MONTREAL/BENGALURU, July 15 (Reuters) – Christophe Gagnon considered quitting his avionics studies as COVID-19 crippled aviation, but the 21-year-old stayed in class and now the industry is desperate for more like him to keep planes flying.
Two years after lockdowns nearly grounded the airline industry, repair shops and suppliers are scrambling for students like Gagnon, who received multiple job offers while still at the cole nationale d’aérotechnique (ÉNA) in Canada’s aerospace hub, Quebec.
The hiring rush is evidence of a sharper than expected recovery in air travel, but also signals a looming labor shortage that is raising costs and could push up repair times as the industry stages an awkward recovery from its worst crisis. Shortages are on the minds of executives at the Farnborough Airshow near London, this year’s largest aerospace expo, which starts on July 18.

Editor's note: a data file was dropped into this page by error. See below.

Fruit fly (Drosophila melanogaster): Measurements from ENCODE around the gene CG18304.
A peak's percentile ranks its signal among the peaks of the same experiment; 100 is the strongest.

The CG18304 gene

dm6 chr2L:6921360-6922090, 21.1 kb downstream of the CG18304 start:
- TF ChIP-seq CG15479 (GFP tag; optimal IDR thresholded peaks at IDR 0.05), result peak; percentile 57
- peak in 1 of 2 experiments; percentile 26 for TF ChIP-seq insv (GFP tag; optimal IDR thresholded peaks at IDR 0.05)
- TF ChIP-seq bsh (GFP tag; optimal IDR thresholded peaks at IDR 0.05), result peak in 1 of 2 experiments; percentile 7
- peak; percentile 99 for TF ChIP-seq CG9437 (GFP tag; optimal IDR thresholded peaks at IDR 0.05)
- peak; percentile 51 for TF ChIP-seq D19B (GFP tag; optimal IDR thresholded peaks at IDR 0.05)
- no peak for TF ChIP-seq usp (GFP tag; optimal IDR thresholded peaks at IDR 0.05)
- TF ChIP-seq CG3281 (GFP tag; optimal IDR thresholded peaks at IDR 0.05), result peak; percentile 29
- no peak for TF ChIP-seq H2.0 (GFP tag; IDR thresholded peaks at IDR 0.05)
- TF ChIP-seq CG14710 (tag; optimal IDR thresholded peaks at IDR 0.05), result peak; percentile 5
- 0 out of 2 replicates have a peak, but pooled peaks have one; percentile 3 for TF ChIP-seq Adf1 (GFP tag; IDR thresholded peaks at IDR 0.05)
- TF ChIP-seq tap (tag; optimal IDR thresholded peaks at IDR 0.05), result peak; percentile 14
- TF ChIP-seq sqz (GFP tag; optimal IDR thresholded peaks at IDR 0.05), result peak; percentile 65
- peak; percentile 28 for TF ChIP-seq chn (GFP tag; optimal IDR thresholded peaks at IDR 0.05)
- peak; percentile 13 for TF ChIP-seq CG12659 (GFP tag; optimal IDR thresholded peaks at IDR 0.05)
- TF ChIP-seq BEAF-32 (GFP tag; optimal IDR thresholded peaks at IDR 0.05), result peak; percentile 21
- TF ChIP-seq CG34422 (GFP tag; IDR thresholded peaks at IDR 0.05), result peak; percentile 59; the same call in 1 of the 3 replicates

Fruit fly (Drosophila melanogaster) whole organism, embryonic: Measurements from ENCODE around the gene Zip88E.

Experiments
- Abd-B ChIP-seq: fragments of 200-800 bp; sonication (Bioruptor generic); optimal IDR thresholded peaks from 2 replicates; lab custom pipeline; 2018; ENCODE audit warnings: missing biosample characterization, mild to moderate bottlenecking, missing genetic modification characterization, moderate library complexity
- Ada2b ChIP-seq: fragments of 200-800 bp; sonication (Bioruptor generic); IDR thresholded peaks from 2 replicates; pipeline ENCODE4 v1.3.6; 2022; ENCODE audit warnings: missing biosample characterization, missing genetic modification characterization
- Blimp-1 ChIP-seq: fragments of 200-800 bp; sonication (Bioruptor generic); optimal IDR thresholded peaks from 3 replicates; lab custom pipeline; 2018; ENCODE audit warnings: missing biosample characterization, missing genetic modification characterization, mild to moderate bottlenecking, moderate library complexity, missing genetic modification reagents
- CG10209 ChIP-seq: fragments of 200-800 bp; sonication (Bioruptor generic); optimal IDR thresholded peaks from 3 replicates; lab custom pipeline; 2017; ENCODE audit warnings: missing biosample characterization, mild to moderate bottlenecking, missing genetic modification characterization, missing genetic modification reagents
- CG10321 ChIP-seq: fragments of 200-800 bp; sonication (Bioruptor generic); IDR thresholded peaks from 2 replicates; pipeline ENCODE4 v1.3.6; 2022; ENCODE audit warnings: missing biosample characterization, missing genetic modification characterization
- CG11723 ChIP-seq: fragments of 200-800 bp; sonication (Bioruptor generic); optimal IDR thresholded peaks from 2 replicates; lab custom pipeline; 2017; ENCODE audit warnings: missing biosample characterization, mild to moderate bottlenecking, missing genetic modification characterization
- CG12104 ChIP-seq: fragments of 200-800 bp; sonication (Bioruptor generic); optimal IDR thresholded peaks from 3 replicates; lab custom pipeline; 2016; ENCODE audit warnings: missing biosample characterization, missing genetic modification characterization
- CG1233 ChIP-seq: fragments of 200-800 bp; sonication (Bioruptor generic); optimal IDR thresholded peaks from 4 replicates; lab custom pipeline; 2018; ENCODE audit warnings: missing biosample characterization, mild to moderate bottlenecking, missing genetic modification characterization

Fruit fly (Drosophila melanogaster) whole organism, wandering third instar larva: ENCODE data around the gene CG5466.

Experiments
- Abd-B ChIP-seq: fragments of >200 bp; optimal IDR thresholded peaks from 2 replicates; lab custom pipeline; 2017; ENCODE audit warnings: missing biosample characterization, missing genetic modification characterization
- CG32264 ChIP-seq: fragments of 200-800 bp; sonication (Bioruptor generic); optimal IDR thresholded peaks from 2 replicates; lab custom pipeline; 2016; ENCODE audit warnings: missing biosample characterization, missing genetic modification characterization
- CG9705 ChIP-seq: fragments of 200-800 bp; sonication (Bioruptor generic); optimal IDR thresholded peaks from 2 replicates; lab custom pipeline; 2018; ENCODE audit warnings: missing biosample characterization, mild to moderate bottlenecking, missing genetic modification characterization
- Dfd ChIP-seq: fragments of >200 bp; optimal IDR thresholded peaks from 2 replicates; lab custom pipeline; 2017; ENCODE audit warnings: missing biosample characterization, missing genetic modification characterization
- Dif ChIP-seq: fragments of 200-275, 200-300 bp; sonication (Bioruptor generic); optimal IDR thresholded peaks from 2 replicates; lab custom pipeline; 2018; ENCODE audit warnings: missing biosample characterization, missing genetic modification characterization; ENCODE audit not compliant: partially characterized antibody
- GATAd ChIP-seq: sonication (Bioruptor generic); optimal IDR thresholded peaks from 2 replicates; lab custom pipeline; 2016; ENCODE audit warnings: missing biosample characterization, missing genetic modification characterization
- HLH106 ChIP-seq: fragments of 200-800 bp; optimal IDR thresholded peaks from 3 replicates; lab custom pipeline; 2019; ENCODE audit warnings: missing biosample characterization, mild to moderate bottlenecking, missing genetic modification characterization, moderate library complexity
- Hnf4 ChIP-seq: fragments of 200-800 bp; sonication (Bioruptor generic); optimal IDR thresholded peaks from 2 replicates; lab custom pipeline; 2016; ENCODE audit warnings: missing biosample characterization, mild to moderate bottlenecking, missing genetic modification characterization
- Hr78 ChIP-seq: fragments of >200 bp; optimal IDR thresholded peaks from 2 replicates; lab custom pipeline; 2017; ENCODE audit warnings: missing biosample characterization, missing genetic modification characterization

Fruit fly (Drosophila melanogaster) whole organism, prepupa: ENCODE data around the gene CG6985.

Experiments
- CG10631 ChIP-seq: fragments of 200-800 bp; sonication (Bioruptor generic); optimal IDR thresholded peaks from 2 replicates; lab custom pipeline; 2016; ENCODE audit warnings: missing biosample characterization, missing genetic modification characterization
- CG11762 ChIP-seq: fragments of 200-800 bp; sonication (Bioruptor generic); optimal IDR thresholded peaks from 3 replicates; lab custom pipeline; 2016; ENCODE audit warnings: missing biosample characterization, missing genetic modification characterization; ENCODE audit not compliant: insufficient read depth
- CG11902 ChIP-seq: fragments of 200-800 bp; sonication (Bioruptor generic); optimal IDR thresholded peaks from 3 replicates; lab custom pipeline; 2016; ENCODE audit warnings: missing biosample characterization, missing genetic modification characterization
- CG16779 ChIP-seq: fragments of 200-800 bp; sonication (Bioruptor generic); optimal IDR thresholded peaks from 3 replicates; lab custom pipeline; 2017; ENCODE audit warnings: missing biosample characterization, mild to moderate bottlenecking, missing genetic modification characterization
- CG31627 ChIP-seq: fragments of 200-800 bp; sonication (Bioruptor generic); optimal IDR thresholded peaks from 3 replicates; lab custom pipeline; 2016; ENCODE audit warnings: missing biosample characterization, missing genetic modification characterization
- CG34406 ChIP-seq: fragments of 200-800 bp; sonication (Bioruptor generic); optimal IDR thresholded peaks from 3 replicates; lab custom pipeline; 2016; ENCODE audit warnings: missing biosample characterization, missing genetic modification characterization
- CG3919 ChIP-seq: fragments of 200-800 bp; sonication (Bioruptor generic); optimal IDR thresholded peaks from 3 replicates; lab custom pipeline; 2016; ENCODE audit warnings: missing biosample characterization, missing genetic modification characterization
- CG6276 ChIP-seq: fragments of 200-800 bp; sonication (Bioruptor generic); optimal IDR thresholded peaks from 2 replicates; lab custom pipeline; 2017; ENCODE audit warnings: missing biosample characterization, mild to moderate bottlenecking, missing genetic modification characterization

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While a shortage